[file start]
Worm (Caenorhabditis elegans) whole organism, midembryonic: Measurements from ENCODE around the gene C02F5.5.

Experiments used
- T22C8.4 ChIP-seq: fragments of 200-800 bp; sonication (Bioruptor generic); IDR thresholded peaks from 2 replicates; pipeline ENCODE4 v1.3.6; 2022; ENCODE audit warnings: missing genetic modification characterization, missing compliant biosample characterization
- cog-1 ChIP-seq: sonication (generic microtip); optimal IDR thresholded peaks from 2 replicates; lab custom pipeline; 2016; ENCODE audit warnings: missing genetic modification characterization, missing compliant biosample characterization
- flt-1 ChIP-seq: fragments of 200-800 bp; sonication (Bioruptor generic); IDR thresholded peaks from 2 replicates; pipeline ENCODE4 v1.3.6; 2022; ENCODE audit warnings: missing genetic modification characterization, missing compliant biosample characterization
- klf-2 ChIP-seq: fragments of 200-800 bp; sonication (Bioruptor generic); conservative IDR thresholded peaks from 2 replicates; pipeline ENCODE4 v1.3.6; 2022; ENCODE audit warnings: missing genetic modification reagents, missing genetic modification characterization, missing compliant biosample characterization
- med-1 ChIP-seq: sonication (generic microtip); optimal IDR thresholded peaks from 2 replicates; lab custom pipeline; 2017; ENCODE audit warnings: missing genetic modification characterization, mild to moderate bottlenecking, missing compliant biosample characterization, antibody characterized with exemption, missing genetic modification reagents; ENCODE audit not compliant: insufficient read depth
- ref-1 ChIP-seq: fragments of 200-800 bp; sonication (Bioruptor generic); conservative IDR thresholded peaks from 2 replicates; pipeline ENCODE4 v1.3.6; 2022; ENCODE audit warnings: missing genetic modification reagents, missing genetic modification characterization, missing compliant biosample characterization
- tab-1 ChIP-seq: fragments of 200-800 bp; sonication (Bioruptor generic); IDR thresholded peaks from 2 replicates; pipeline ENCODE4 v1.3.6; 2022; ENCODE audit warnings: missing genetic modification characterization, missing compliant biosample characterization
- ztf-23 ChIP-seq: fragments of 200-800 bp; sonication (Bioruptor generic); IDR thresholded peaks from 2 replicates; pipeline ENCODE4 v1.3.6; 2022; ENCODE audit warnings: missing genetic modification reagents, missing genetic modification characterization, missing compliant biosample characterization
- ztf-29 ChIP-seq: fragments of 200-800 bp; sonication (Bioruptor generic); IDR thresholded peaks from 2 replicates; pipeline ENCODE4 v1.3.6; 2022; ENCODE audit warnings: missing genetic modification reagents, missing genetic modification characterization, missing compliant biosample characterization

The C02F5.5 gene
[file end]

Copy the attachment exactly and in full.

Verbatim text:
Worm (Caenorhabditis elegans) whole organism, midembryonic: Measurements from ENCODE around the gene C02F5.5.

Experiments used
- T22C8.4 ChIP-seq: fragments of 200-800 bp; sonication (Bioruptor generic); IDR thresholded peaks from 2 replicates; pipeline ENCODE4 v1.3.6; 2022; ENCODE audit warnings: missing genetic modification characterization, missing compliant biosample characterization
- cog-1 ChIP-seq: sonication (generic microtip); optimal IDR thresholded peaks from 2 replicates; lab custom pipeline; 2016; ENCODE audit warnings: missing genetic modification characterization, missing compliant biosample characterization
- flt-1 ChIP-seq: fragments of 200-800 bp; sonication (Bioruptor generic); IDR thresholded peaks from 2 replicates; pipeline ENCODE4 v1.3.6; 2022; ENCODE audit warnings: missing genetic modification characterization, missing compliant biosample characterization
- klf-2 ChIP-seq: fragments of 200-800 bp; sonication (Bioruptor generic); conservative IDR thresholded peaks from 2 replicates; pipeline ENCODE4 v1.3.6; 2022; ENCODE audit warnings: missing genetic modification reagents, missing genetic modification characterization, missing compliant biosample characterization
- med-1 ChIP-seq: sonication (generic microtip); optimal IDR thresholded peaks from 2 replicates; lab custom pipeline; 2017; ENCODE audit warnings: missing genetic modification characterization, mild to moderate bottlenecking, missing compliant biosample characterization, antibody characterized with exemption, missing genetic modification reagents; ENCODE audit not compliant: insufficient read depth
- ref-1 ChIP-seq: fragments of 200-800 bp; sonication (Bioruptor generic); conservative IDR thresholded peaks from 2 replicates; pipeline ENCODE4 v1.3.6; 2022; ENCODE audit warnings: missing genetic modification reagents, missing genetic modification characterization, missing compliant biosample characterization
- tab-1 ChIP-seq: fragments of 200-800 bp; sonication (Bioruptor generic); IDR thresholded peaks from 2 replicates; pipeline ENCODE4 v1.3.6; 2022; ENCODE audit warnings: missing genetic modification characterization, missing compliant biosample characterization
- ztf-23 ChIP-seq: fragments of 200-800 bp; sonication (Bioruptor generic); IDR thresholded peaks from 2 replicates; pipeline ENCODE4 v1.3.6; 2022; ENCODE audit warnings: missing genetic modification reagents, missing genetic modification characterization, missing compliant biosample characterization
- ztf-29 ChIP-seq: fragments of 200-800 bp; sonication (Bioruptor generic); IDR thresholded peaks from 2 replicates; pipeline ENCODE4 v1.3.6; 2022; ENCODE audit warnings: missing genetic modification reagents, missing genetic modification characterization, missing compliant biosample characterization

The C02F5.5 gene